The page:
WEST LAFAYETTE, Ind. (WLFI) — It has been a year of devastation, destruction and undying resilience in Ukraine with shows of support against the Russian invasion from Greater Lafayette.
Purdue University Political Science Professor Kyle Haynes specializes in great power politics.
"Most people, myself included, kind of expected the major combat part of this war to be pretty short, because Russia would win," Haynes said. Clearly, that was not the case.
He said Putin's recent withdrawal from the New START Treaty, a nuclear arms reduction agreement, likely won't change much. Haynes calls these tactics "brinkmanship," or pushing dangerous events to the brink of reality.
"It seems like a lot of what he's doing is kind of premised on the assumption that if he can make this situation as a whole dangerous enough, it'll convince the rest of the world, the western alliance, to pull back on it's support for Ukraine," Haynes told News 18. "I don't think that will work."
Near the anniversary of this invasion, Purdue University announced the Ukraine Scholars Initiative is expanding after a grant from The Heritage Group. The $270,000 gift will allow Ukrainian scholars to stay at Purdue through May 2024.
One of those scholars is Yaryna Borenko. She is one of the nine scholars who enrolled in the program last year. Borenko will be staying in West Lafayette to continue her human rights research. She said her family and her hometown are safe. But, she is still shocked by the events of the war.
"I worked a lot in different regions, also in the east," she said. "And of course to see the city you worked [in] devastated, and the people you work with, they are everywhere now. And like 80 years [of] efforts to maintain the city's development, and then you see that it's nothing left."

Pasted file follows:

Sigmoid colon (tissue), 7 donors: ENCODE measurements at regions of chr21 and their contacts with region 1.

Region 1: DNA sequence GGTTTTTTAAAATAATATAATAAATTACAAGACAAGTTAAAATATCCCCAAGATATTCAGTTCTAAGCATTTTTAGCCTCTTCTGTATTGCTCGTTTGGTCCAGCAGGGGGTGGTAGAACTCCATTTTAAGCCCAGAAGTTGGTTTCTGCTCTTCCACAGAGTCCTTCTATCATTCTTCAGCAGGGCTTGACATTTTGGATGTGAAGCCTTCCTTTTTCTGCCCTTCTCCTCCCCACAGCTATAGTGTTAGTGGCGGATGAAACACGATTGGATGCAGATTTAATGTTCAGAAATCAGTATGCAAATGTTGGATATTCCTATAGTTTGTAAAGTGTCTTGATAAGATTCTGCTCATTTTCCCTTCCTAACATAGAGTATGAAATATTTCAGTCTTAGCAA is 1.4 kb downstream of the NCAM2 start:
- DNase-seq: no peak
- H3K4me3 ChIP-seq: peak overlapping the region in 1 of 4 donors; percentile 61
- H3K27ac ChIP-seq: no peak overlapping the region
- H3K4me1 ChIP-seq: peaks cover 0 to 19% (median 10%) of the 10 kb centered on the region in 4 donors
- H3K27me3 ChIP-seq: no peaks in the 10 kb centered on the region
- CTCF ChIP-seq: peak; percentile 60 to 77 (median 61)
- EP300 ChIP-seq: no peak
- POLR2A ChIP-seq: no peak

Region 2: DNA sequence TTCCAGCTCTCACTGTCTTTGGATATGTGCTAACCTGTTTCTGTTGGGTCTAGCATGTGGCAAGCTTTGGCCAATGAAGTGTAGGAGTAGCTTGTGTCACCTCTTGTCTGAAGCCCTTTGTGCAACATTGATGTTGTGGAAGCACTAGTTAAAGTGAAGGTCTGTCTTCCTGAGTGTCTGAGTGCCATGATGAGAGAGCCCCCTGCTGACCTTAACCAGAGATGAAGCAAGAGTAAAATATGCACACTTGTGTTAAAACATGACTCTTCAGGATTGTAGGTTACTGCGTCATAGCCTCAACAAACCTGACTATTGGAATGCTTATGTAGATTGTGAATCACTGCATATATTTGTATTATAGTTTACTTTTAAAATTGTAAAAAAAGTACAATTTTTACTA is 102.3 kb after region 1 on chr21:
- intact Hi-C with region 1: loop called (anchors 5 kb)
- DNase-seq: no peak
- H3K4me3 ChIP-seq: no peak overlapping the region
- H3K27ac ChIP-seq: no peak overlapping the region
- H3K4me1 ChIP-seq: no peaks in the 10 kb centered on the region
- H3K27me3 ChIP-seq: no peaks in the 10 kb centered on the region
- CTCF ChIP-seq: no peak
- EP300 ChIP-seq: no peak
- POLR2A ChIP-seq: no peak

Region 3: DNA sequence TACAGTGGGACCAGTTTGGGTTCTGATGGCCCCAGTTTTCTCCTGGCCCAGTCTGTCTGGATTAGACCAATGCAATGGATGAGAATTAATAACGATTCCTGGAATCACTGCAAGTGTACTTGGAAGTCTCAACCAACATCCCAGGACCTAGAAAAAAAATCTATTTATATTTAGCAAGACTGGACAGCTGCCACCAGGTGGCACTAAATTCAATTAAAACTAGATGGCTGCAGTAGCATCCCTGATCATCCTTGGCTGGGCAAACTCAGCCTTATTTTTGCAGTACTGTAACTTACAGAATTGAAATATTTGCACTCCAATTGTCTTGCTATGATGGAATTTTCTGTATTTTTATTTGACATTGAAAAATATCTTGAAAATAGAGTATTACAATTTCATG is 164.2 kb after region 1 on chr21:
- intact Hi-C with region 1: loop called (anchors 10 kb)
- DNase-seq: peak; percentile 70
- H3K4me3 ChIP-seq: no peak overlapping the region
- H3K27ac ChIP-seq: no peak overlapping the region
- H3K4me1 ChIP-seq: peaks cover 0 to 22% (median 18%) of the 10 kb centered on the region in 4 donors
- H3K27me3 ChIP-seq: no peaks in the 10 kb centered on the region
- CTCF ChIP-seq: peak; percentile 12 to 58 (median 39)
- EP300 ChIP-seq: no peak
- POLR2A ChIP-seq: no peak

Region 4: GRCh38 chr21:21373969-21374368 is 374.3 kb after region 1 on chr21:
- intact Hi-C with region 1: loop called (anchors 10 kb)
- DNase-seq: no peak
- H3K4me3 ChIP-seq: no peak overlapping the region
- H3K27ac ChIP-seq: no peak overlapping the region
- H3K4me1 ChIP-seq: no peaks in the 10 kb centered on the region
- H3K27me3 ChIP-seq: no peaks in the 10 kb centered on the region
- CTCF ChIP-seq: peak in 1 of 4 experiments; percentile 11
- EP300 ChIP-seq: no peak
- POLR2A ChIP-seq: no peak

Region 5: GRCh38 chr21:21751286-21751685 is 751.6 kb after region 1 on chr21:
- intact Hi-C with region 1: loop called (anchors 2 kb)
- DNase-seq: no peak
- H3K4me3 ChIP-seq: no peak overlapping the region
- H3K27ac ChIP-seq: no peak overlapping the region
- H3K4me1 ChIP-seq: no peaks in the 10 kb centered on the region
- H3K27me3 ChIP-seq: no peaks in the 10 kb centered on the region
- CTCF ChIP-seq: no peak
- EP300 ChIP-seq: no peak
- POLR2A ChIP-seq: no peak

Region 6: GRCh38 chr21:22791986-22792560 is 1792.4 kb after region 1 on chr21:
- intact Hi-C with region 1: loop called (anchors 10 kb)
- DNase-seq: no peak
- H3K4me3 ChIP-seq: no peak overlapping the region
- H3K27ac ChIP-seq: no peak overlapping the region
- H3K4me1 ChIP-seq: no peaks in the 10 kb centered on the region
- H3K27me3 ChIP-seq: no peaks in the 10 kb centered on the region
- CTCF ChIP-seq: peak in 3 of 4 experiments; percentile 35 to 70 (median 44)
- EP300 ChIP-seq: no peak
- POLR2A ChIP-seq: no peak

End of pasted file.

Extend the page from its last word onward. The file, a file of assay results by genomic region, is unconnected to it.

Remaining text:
Purdue student Sophia Priatka is a member of the Ukrainian Club on campus.
They have hosted protests and supply drives for the community to stand in solidarity with Ukraine over the past year.
She said Ukrainians are not just fighting for democracy, but the right to be themselves and express their culture. She remembers the fear she felt when hearing from family and friends in Ukraine as the Russian attacks began Feb. 24, 2021.
"Hearing, like, that everyone is so scared and hiding and they can hear bombs outside is something that you don't ever want to hear from family or friends," she said.
Priatka and the Ukrainian Club are hosting a commemorative event marking one year since the invasion on Tuesday, Feb. 28.
Purdue student Tanya Masnyk is helping to organize the commemoration.
"Many if not all Ukrainians feel a strong sense of pride in who we are because [there have been] so many attempts to destroy us," Masnyk said. "But we're still here, and we're going to continue to be here."
The featured speaker is Andrew J. Futey, President of the Ukrainian Congress Committee of America. He will speak about the state of affairs one year into the war. The event is free and open to the public at Beering Hall room 2280 at 7:30 p.m.